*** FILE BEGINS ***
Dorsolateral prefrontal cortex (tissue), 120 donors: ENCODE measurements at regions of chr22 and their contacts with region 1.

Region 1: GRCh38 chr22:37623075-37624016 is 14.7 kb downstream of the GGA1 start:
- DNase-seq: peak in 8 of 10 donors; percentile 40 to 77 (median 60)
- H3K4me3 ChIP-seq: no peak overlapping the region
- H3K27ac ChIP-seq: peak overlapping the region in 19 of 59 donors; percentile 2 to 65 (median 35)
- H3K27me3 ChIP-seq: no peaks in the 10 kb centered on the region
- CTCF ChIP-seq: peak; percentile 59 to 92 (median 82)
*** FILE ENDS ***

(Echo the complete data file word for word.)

Dorsolateral prefrontal cortex (tissue), 120 donors: ENCODE measurements at regions of chr22 and their contacts with region 1.

Region 1: GRCh38 chr22:37623075-37624016 is 14.7 kb downstream of the GGA1 start:
- DNase-seq: peak in 8 of 10 donors; percentile 40 to 77 (median 60)
- H3K4me3 ChIP-seq: no peak overlapping the region
- H3K27ac ChIP-seq: peak overlapping the region in 19 of 59 donors; percentile 2 to 65 (median 35)
- H3K27me3 ChIP-seq: no peaks in the 10 kb centered on the region
- CTCF ChIP-seq: peak; percentile 59 to 92 (median 82)